Transgender cyclist Rachel McKinnon won the women’s world championship at the Masters Track Cycling World Championships in Manchester, England on Saturday.
The 37-year-old Canadian had earlier set a world record in qualifying for the 35-39 age category in the 200-meter sprint and later defended her title in the finals.
McKinnon, who teaches philosophy at the College of Charleston in Canada, had won the same event in 2018. McKinnon was born a biological male.
Mckinnon’s record performance however received criticism from our fellow competitors.
In an interview with Sky News, Victoria Hood, a former cycling champion and manager of a British all-female cycling team, raised serious objections against McKinnon “it is not complicated, the science is there and it says that it is unfair. The male body, which has been through male puberty, still retains its advantage, that doesn’t go away. I have sympathy with them. They have a right to do sport but not a right to go into any category they want.”
Another competitor Jennifer Wagner-Assali, who took bronze behind McKinnon last year but did not compete on Saturday, said “It was an unfair race, and I accepted that when I pinned on the number, and I tried to do my best to overcome the unfairness,” She added “I do feel that hard-fought freedoms for women’s sport are being eroded.
McKinnon hit back at her competitors saying that attempts to level the playing field for women’s sports by discriminating against transgender athletes was the equivalent of “denying their human rights.”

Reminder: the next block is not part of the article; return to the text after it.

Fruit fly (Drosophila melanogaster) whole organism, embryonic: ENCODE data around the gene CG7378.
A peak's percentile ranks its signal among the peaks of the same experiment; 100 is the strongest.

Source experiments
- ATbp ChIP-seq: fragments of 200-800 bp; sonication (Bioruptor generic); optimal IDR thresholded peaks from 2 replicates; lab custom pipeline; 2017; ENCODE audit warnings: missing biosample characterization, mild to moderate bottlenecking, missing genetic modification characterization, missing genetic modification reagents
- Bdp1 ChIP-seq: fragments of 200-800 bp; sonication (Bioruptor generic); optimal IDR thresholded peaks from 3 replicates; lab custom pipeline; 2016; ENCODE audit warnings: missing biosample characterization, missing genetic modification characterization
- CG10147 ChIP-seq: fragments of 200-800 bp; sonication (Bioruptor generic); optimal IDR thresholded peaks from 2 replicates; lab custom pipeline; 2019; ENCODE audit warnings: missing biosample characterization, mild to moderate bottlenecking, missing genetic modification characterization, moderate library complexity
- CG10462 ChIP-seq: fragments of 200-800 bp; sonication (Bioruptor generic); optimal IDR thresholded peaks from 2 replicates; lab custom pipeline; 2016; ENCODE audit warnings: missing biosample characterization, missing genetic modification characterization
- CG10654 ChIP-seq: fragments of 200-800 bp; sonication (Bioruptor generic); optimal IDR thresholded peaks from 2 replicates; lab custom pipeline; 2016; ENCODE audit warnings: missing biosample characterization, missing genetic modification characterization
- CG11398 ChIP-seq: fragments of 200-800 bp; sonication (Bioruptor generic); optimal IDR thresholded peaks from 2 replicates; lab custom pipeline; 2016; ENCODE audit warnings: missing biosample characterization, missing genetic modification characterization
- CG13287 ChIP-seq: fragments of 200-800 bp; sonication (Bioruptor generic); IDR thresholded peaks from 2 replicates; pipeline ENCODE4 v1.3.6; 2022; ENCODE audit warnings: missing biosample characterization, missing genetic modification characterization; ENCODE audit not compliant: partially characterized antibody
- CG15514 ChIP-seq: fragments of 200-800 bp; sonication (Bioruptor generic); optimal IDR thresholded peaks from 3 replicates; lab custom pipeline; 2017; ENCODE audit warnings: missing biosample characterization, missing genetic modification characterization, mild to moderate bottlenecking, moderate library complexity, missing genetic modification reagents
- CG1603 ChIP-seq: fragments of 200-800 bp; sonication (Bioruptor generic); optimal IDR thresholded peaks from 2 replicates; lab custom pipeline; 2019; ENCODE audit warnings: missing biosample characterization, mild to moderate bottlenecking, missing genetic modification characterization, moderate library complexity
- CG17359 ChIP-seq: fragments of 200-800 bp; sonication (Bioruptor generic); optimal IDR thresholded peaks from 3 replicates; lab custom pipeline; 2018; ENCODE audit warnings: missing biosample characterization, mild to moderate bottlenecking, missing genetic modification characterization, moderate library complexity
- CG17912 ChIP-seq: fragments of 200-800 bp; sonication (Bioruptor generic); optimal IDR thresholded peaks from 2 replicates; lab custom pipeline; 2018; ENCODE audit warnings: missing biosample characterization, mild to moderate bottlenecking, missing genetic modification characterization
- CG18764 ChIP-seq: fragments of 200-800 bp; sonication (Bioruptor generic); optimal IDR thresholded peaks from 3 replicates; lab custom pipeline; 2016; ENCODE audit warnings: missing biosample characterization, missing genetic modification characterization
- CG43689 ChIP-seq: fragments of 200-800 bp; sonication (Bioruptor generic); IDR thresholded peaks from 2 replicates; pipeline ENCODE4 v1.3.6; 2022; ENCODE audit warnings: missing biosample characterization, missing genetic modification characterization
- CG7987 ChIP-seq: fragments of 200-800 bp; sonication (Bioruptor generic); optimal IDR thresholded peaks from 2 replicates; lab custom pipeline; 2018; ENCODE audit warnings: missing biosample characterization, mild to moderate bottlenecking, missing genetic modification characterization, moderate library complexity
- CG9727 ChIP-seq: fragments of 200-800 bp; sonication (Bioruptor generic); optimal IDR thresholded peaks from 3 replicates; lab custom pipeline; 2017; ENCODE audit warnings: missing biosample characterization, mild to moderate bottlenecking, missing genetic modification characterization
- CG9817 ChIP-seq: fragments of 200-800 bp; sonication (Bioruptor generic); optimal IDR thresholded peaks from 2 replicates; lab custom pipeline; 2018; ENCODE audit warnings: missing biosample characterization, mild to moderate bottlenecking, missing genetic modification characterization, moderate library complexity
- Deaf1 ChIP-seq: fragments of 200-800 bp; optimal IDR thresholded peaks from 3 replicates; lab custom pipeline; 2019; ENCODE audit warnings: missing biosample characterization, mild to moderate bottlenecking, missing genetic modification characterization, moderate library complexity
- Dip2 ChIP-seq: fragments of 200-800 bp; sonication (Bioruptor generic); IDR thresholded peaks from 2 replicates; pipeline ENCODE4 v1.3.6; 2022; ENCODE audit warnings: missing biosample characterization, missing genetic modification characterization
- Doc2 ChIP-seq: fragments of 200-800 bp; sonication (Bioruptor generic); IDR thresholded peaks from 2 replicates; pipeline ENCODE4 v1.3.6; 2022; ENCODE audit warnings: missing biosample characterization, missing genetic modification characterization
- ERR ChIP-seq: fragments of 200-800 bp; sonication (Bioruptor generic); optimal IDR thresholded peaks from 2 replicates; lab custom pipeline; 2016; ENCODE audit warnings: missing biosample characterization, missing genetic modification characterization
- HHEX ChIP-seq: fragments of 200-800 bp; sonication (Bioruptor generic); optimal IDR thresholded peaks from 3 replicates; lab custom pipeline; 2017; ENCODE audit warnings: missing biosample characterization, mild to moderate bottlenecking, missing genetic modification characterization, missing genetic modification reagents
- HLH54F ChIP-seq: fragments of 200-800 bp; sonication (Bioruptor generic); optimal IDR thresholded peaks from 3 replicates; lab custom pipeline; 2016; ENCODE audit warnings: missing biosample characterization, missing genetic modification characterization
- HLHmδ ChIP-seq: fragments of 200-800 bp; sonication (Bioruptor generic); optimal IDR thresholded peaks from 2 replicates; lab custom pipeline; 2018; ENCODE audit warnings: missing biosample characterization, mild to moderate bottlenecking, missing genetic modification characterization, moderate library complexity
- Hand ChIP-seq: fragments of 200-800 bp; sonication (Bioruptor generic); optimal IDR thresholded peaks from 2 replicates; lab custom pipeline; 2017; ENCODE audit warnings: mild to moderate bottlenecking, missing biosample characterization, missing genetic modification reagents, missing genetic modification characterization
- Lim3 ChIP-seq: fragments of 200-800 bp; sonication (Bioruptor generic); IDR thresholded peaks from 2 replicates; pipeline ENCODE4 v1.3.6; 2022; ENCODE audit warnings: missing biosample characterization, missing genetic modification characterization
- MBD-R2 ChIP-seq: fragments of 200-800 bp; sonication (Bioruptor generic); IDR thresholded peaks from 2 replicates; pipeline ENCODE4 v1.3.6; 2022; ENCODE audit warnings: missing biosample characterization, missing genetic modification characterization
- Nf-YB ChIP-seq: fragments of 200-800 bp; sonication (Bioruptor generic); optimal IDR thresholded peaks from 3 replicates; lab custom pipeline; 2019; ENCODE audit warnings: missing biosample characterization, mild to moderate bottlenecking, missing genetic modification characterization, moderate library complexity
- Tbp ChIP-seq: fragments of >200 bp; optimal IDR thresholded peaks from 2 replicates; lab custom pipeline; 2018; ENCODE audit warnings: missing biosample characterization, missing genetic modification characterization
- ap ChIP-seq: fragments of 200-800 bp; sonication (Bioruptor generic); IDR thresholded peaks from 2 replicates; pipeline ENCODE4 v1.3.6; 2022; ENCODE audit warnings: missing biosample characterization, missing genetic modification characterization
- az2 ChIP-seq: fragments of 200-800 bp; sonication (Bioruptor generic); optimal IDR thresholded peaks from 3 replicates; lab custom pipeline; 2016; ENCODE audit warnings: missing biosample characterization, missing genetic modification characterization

“All my medical records say female,” McKinnon said. “My doctor treats me as a female person, my racing license says female, but people who oppose my existence still want to think of me as male. … So, if we want to say, that I believe you’re a woman for all of society, except for this massive central part that is sport, then that’s not fair.”
McKinnon also released a press statement denouncing Hood for having “an irrational fear of trans women.”
McKinnon also took to Twitter to take on her critics
McKinnon also stated “I have yet to meet a real champion who has a problem with trans women. Real champions want stronger competition. If you win because bigotry got your competition banned… you’re a loser.”’
Transgender athletes have been allowed to compete in the Olympics since 2004 but under the requirement they had undergone gender confirmation surgery and been on hormone therapy for two years.
Four years ago, the Olympic committee removed the need for surgery. But athletes are required to have a testosterone level below 10nmol/L for at least a year before their first competition.
Athletes who transition from female to male are also allowed to enter in male competition without restriction.
International Olympic Committee is yet to release the guidelines on the maximum level of testosterone that will be allowed in the 2020 Olympics in Tokyo.
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